Berkeley researches are developing a system to extract atmospheric water from extremely arid climates. The device uses solar energy and relies on metal-organic frameworks.
The key to the water harvester is a new class of materials called metal-organic frameworks (MOFs). These MOFs are solid but porous materials with enormous surface areas—an MOF the size of sugar cube can have the internal surface area as big as many football fields. This means they can absorb gases and liquids, and then release them quickly when heat is added.
“Certain MOFs as we showed here have an extraordinary ability to suck in water vapor from the atmosphere, but then at the same time do not hold on to the water molecules inside their pores too tightly so that it is easy to get the water out,” says Omar Yaghi, a professor of chemistry at Berkeley, who led the research.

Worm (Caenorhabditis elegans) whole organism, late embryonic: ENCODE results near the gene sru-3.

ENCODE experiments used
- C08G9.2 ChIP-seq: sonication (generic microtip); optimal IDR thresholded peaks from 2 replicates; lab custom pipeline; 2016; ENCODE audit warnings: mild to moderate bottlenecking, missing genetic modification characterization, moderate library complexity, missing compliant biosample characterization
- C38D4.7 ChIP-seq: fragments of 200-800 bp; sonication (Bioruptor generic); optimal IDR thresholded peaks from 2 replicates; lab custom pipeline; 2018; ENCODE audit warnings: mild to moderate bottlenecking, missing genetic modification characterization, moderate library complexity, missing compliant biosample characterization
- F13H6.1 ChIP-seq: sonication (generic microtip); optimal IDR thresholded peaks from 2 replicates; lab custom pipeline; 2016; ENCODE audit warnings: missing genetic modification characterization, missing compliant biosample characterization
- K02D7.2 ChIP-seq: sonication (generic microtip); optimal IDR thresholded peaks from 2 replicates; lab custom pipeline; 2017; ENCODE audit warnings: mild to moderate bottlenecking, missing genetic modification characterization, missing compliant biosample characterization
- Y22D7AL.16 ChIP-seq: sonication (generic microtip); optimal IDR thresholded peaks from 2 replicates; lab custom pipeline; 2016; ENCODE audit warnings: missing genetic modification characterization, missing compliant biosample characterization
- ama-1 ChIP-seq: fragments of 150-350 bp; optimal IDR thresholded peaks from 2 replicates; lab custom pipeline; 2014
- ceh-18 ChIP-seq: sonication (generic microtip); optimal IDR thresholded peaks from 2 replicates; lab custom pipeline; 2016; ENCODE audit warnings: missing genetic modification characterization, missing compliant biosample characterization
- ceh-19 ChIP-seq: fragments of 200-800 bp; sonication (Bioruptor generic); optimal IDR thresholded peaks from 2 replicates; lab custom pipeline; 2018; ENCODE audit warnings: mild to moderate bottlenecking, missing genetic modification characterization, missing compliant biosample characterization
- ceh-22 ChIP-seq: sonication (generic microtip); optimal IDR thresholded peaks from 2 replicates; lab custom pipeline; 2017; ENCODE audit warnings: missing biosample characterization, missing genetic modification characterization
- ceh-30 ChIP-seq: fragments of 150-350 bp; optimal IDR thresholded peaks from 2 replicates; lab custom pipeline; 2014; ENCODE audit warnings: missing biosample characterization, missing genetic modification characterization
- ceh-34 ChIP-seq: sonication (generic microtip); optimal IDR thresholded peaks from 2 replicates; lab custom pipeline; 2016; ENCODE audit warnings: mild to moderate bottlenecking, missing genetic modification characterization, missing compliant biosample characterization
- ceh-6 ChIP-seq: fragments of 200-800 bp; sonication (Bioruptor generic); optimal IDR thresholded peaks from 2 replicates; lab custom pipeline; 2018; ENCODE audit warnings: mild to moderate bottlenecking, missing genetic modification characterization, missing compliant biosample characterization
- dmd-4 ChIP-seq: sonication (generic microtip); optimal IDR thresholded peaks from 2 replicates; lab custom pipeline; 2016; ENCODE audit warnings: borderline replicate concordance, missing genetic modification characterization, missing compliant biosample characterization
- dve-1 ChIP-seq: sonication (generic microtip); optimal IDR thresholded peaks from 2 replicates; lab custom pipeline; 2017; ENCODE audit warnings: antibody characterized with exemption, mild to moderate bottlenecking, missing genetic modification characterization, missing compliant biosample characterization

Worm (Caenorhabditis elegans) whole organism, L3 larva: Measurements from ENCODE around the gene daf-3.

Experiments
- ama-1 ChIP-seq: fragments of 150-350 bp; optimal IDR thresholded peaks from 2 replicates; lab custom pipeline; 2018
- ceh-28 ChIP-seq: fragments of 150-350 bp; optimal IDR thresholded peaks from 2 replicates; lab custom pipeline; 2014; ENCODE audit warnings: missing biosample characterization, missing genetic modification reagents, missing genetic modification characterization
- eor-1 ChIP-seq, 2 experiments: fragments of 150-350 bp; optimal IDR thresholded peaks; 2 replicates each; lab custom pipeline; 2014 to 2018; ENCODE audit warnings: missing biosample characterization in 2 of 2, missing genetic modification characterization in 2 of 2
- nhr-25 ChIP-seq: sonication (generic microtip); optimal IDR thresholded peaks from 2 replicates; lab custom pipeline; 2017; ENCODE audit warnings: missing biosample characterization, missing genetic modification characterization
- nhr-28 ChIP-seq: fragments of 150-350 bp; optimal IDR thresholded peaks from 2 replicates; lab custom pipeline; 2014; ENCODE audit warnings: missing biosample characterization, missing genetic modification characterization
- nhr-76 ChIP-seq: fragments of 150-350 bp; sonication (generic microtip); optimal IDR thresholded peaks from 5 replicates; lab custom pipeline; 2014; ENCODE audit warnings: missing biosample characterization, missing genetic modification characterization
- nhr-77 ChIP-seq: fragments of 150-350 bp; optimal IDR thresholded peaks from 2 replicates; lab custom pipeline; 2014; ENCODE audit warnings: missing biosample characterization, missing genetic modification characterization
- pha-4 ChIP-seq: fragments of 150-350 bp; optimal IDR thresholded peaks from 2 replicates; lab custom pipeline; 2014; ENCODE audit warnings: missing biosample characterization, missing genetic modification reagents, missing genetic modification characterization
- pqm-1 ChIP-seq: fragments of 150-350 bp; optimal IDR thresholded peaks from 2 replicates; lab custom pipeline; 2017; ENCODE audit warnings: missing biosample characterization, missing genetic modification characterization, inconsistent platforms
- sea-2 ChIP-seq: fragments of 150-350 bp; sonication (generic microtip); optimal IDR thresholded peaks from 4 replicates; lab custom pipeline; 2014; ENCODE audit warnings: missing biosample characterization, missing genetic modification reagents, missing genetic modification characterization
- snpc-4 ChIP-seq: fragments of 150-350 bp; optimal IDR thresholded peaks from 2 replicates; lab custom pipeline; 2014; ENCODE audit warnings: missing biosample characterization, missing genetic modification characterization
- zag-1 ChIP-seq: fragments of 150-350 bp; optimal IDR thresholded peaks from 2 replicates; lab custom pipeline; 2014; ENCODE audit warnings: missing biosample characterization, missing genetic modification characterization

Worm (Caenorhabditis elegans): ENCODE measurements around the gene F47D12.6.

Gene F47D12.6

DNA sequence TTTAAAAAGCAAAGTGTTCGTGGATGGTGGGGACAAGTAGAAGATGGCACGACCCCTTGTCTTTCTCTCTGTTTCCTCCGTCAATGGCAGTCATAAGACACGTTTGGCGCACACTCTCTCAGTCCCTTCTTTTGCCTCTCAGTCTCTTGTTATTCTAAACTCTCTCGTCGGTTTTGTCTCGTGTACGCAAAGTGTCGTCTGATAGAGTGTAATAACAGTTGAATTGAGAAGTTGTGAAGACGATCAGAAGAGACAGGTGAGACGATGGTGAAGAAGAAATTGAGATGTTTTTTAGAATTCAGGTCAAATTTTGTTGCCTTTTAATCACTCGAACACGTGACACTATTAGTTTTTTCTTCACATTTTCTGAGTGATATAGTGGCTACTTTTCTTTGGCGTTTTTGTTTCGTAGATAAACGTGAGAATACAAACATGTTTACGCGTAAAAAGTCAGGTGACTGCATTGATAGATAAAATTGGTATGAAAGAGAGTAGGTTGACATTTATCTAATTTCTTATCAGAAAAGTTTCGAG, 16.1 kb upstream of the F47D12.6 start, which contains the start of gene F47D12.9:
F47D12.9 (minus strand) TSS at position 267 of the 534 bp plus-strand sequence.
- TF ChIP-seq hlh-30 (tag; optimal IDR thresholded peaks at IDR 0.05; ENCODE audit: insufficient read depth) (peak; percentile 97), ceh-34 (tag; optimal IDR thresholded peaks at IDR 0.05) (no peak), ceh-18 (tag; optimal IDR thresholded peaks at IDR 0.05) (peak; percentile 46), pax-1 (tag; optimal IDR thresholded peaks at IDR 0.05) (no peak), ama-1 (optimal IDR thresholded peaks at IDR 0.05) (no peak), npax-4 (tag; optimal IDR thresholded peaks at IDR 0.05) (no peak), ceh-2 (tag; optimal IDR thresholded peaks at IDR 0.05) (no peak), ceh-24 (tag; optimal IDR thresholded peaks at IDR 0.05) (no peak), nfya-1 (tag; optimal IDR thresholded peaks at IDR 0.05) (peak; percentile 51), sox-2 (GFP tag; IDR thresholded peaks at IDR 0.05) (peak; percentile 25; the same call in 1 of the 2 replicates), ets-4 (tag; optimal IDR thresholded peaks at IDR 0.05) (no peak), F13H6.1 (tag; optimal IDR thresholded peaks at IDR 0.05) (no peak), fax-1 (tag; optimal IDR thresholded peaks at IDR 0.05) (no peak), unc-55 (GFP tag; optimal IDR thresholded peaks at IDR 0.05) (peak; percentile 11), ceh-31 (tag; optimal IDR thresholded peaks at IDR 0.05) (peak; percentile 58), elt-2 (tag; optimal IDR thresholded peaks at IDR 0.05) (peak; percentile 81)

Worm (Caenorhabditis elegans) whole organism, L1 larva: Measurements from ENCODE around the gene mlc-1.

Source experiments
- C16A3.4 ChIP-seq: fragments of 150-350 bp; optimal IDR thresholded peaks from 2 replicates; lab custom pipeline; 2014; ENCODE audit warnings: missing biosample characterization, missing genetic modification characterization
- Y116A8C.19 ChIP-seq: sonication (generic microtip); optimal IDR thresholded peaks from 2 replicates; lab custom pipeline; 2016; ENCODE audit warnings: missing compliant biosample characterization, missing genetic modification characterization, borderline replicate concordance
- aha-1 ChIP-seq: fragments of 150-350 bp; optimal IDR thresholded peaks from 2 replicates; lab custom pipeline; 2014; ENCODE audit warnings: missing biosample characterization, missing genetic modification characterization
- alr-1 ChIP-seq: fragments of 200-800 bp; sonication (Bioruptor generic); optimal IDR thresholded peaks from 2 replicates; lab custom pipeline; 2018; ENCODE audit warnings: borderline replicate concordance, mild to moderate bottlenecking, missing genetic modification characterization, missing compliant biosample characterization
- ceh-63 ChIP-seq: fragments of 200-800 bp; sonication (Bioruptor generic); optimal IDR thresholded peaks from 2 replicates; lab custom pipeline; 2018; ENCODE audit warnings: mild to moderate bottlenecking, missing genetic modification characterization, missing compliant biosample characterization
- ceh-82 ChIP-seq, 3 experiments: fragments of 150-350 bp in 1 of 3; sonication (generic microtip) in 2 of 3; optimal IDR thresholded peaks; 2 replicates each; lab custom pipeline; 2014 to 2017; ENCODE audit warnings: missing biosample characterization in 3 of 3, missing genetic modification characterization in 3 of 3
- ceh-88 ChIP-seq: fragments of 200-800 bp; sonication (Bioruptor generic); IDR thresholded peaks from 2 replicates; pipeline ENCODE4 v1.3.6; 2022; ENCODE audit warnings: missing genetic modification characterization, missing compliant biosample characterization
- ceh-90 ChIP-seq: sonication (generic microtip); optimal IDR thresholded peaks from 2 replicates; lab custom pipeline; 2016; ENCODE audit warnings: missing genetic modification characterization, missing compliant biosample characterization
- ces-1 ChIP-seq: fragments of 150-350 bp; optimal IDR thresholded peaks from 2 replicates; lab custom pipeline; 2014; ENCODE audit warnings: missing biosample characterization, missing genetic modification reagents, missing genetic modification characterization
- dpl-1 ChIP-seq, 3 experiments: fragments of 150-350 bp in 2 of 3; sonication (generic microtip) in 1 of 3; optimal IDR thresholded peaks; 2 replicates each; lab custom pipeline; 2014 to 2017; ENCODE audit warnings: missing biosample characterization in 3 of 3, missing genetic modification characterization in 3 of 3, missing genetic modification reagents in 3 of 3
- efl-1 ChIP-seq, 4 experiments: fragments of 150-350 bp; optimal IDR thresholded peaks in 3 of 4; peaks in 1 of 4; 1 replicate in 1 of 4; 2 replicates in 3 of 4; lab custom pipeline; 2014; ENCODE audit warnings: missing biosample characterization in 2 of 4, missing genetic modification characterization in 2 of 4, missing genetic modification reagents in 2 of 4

The harvester itself is a box inside a box. The inner box contains a bed of MOFs. The outer box is a two-foot transparent plastic cube. At night, the researchers left the top off the outer box to let air flow past the MOFs. In the day, they put the top back on so the box would be heated by the sun. The heat would pull the water out of the MOFs, where it would condense on the inner walls of the plastic cube before dripping to the bottom, where it could be collected.
“The most important aspect of this technology is that it is completely energy-passive,” says Eugene Kapustin, a Berkeley graduate student who worked on the research.